New sketches released of suspect in unsolved 1990 Springfield homicide
Shana Price was 17 when she was found dead in Blunt Park on Dec. 26, 1990
Hoping to engage the public to help solve a 32-year-old homicide in Springfield, Massachusetts, the Hampden District Attorney has released a sketch of a suspect developed using DNA from the crime scene.
The killer of Shana Price is a man with brown to light-brown complexion, hazel or brown eyes, black hair, and few freckles, according to an analysis of a DNA profile. The suspect’s ancestry is West African.
Price was 17 when she was murdered. Her body was discovered the morning after Christmas Day 1990 in Blunt Park by a parks department foreman. She had been strangled, beaten, and sexually assaulted.
Directing comments to “the person responsible for Shana’s murder,” District Attorney Anthony Gulluni declared “Justice is coming for you.”
The prosecutor made public computer-generated sketches of what the suspect might look like at ages 25 and 57. Gulluni announced a tip line and said members of his office’s unresolved cases unit and Springfield Police detectives are doing additional investigative work.
“The case was thoroughly investigated at the time,” Gulluni said. He declined to comment on whether detectives had identified suspects or persons of interest during the initial investigation.
He said Price was last seen in the Upper Hill and Bay neighborhoods on Christmas Day 1990 and in the early morning hours of the day she was killed.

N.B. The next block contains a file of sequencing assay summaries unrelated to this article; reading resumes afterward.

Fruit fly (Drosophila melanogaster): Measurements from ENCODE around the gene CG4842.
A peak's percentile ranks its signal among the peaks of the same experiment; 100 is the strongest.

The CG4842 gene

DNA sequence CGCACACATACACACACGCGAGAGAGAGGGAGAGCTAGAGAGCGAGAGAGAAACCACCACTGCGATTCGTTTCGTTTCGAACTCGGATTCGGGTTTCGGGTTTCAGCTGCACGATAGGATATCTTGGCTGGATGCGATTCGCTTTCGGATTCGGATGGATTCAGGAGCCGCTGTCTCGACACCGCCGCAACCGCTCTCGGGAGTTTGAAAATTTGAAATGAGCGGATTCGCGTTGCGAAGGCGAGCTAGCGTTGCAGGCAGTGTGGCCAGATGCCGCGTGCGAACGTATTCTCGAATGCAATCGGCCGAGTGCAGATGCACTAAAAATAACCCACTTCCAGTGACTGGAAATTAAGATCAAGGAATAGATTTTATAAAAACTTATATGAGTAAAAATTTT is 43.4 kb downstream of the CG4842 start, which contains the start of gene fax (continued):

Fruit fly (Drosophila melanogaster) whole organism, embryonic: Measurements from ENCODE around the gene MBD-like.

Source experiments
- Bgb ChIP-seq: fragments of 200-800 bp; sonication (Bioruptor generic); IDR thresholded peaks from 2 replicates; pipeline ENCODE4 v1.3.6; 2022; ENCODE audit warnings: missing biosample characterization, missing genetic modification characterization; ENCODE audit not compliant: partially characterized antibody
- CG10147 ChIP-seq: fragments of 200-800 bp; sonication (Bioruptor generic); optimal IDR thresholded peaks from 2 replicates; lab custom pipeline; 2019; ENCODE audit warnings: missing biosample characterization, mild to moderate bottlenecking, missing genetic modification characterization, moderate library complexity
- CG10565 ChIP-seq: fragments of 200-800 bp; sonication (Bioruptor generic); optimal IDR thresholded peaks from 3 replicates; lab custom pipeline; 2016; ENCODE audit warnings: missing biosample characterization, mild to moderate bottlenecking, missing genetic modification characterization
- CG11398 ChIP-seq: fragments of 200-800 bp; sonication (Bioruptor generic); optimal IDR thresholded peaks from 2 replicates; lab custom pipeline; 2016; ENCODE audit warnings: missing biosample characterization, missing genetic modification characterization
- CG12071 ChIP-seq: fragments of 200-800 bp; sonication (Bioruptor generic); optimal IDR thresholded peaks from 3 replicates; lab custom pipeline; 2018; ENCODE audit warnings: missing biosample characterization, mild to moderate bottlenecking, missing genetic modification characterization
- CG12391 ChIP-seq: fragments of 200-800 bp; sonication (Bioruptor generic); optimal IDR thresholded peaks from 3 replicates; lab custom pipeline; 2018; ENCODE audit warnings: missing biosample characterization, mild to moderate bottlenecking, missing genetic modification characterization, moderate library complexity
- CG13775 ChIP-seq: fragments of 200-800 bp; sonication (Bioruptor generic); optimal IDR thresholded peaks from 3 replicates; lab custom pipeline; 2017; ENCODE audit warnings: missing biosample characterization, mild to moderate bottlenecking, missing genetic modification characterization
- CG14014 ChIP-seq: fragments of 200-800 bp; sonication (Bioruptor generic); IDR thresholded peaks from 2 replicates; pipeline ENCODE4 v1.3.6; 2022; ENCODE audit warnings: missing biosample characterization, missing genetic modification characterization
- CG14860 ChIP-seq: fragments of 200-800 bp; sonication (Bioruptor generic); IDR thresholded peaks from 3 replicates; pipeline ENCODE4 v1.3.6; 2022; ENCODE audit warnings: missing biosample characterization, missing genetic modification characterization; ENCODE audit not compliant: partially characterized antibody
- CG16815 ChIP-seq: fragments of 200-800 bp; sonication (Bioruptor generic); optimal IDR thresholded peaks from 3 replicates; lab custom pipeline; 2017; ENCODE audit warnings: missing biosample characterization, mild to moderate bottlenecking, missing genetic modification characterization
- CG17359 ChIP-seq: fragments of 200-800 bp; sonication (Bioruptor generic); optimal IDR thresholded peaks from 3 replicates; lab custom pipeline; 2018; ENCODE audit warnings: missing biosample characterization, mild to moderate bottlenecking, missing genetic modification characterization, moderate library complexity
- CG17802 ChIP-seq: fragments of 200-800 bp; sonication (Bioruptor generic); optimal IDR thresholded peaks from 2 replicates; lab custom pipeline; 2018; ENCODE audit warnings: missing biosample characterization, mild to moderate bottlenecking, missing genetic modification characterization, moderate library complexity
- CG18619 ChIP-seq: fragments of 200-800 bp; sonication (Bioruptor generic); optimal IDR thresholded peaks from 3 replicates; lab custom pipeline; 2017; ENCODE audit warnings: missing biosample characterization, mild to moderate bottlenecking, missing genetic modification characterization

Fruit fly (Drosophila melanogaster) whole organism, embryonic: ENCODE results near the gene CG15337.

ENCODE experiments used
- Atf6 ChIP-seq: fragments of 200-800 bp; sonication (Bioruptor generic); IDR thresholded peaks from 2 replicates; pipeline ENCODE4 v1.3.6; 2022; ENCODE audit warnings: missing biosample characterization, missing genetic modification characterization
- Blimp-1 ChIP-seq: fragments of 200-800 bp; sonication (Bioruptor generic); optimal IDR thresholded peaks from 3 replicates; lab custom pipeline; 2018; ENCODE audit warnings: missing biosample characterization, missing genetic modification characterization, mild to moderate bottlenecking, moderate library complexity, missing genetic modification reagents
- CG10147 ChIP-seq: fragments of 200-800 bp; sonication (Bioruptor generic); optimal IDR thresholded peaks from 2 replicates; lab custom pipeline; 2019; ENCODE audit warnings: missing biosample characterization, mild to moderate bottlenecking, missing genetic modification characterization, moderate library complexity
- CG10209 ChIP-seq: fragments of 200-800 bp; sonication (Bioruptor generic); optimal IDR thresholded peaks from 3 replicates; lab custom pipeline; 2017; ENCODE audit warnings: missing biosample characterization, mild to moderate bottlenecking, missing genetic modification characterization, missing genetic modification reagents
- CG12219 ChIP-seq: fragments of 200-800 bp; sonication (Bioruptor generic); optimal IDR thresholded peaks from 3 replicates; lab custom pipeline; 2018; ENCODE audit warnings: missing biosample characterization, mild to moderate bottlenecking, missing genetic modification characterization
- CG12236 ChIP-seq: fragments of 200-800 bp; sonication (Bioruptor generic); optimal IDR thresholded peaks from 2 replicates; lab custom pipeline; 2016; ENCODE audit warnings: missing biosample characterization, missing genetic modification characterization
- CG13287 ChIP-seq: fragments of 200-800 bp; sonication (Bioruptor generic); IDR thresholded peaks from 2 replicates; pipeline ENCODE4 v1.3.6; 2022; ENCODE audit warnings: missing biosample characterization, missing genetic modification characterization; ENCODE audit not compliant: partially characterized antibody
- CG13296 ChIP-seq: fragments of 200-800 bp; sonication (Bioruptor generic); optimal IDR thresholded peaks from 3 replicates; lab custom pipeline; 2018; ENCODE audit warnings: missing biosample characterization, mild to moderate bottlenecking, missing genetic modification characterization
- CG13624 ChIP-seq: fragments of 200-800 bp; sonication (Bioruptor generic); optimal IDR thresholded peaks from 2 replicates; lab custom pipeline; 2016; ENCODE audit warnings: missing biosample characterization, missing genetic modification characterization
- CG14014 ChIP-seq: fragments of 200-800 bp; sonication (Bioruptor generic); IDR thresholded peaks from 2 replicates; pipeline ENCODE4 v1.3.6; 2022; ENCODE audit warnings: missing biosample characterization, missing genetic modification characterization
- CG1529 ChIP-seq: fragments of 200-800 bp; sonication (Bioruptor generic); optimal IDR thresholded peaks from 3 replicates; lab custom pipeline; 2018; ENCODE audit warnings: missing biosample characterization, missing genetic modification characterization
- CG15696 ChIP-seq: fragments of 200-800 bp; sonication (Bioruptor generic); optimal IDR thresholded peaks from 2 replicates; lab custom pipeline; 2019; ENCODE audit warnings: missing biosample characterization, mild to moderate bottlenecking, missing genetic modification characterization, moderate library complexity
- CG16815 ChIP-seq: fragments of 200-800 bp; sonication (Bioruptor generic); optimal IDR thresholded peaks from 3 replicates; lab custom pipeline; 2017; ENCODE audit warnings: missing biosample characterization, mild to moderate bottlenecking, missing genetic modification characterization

“Those who knew something at the time and for whatever reason maybe they were scared or in bad places in their lives and didn’t want to speak with police, (perhaps) now 30 years later they will come forward,” Gulluni said.
The DNA profile developed from the crime scene forensics has been in national and international law enforcement databases since 2003, but with no matches found so far.
Standing with Price’s son, who was 1-year-old when his mother was murdered, Laquana Price said she is glad her sister’s unsolved killing is getting attention again after more than 30 years.
“Help us United States, help us whoever you are to find this person because we need closure,” she said. “We need to be able to move on and celebrate her life rather than worry everyday if the person is still out there to do this to other people.”
This is the second time Gulluni has turned to DNA phenotyping technology developed by Parabon Nanolabs in hopes of cracking a cold case murder.
In 2016, he made public a computer-generated sketch of a suspect in the 1992 slaying of Lisa Ziegert in Agawam. About a year later, a man who had been on the radar of investigators, and who bore a likeness to the sketch, was arrested. He later confessed to killing Ziegert and is serving a life prison sentence.
“Sadly, Shana hasn’t been in the public domain as much as Lisa was,” Gulluni said. “We are really hopeful here the release of this information and the composite sketch will (get) folks to come forward, will generate information.”
The tip line for the Price case is 413-432-9881.